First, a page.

A defining feature of many reviews of existing research, and certainly any review following current JBI methodologies that can lay claim to being systematic, is critical appraisal of the included studies. The process is focused principally on assessing the quality of conduct (its validity) and the possibility or potential that bias has crept into the design, conduct, or analysis of the study. Identifiable risk of bias will impinge on the trustworthiness of the results and any subsequent conclusions presented. Assessment of risk of bias is a critical consideration in the analysis and interpretation of any synthesis and, accordingly, any assessment of certainty in the findings presented in the review following the Grading of Recommendations, Assessment, Development and Evaluations (GRADE) approach.1 Checklists, scales, and domain-based instruments are commonly used to aid systematic reviewers to complete and present an assessment that is both consistent and transparent in its conduct as well as, ideally, its reporting. The existing suite of JBI checklists to facilitate critical appraisal has been available for over two decades. These tools are frequently used by authors and are valued for their ease of use and comprehensiveness; the latter facilitating authors’ ability to assess study validity across a range of common study designs relying on a single source.2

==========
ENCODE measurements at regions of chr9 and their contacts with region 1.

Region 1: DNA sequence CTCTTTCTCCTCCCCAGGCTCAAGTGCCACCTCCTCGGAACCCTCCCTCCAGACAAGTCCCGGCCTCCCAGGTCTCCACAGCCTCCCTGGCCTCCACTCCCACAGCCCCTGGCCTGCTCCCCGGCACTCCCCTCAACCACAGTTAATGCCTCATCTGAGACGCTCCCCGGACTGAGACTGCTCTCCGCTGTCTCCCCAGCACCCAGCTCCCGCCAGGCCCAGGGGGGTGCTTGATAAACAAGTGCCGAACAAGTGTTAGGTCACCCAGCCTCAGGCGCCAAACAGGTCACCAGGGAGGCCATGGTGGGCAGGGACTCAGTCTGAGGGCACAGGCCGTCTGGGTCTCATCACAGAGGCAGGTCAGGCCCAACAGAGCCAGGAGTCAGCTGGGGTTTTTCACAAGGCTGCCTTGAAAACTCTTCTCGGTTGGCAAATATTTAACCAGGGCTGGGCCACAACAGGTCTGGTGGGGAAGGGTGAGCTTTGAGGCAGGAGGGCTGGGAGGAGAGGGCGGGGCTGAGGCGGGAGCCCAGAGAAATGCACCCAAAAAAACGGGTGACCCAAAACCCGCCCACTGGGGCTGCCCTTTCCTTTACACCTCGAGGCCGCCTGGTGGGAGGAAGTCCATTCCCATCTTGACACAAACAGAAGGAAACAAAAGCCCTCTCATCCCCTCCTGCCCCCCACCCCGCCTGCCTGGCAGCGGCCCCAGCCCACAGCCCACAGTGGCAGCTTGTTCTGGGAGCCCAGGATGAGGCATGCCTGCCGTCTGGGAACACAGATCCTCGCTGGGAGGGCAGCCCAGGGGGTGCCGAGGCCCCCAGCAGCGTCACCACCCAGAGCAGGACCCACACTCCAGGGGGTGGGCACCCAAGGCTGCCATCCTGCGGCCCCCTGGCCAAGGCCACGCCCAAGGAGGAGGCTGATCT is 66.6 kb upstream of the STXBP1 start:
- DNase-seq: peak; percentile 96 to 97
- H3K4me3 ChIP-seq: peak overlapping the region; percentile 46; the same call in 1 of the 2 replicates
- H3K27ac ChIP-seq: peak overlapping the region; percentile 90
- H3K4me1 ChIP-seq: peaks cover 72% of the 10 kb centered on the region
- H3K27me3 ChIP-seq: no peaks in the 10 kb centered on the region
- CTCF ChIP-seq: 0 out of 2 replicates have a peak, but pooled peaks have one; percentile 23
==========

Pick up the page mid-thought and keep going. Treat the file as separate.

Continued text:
This issue of JBI Evidence Synthesis presents the launch of an exciting new series focused on risk of bias in JBI systematic reviews of quantitative evidence, which reflects the current and ongoing work of the JBI Effectiveness Methodology Group.3 The articles in this issue present foundational concepts that underpin considerations of risk of bias. The first 2 articles in the series present both the vision and the basis for the planned reconsideration of the JBI tools aligned with international developments in the field4 and the evolution of terminology in the field, respectively.5 Conceptual papers such as these will accompany the revised tools designed for practical use throughout the series as it grows. An additional article articulates the methods that have been applied by the JBI Effectiveness Methodology Group3,6 and will be applied to the remainder of the tools involved.7